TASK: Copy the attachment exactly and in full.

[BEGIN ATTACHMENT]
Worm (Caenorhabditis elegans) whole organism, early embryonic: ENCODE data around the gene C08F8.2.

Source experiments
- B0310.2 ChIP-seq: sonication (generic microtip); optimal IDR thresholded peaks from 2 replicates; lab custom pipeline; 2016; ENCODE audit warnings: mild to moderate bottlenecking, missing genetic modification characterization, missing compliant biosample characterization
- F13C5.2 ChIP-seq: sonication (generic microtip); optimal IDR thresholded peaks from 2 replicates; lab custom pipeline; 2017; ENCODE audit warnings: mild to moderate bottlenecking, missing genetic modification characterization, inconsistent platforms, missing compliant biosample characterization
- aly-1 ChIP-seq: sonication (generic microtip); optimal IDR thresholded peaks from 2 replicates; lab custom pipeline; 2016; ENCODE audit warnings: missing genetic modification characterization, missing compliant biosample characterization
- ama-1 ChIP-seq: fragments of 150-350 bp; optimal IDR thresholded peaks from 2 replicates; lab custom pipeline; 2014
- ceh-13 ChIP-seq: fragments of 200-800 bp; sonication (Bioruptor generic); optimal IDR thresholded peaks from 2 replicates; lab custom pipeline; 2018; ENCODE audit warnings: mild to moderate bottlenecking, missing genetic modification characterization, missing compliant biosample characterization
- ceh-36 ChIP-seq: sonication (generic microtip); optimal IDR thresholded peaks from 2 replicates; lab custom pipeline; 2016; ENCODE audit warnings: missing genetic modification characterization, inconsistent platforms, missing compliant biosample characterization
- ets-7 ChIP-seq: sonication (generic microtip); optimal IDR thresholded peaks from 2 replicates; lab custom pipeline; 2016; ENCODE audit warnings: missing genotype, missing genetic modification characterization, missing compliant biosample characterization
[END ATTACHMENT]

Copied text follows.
Worm (Caenorhabditis elegans) whole organism, early embryonic: ENCODE data around the gene C08F8.2.

Source experiments
- B0310.2 ChIP-seq: sonication (generic microtip); optimal IDR thresholded peaks from 2 replicates; lab custom pipeline; 2016; ENCODE audit warnings: mild to moderate bottlenecking, missing genetic modification characterization, missing compliant biosample characterization
- F13C5.2 ChIP-seq: sonication (generic microtip); optimal IDR thresholded peaks from 2 replicates; lab custom pipeline; 2017; ENCODE audit warnings: mild to moderate bottlenecking, missing genetic modification characterization, inconsistent platforms, missing compliant biosample characterization
- aly-1 ChIP-seq: sonication (generic microtip); optimal IDR thresholded peaks from 2 replicates; lab custom pipeline; 2016; ENCODE audit warnings: missing genetic modification characterization, missing compliant biosample characterization
- ama-1 ChIP-seq: fragments of 150-350 bp; optimal IDR thresholded peaks from 2 replicates; lab custom pipeline; 2014
- ceh-13 ChIP-seq: fragments of 200-800 bp; sonication (Bioruptor generic); optimal IDR thresholded peaks from 2 replicates; lab custom pipeline; 2018; ENCODE audit warnings: mild to moderate bottlenecking, missing genetic modification characterization, missing compliant biosample characterization
- ceh-36 ChIP-seq: sonication (generic microtip); optimal IDR thresholded peaks from 2 replicates; lab custom pipeline; 2016; ENCODE audit warnings: missing genetic modification characterization, inconsistent platforms, missing compliant biosample characterization
- ets-7 ChIP-seq: sonication (generic microtip); optimal IDR thresholded peaks from 2 replicates; lab custom pipeline; 2016; ENCODE audit warnings: missing genotype, missing genetic modification characterization, missing compliant biosample characterization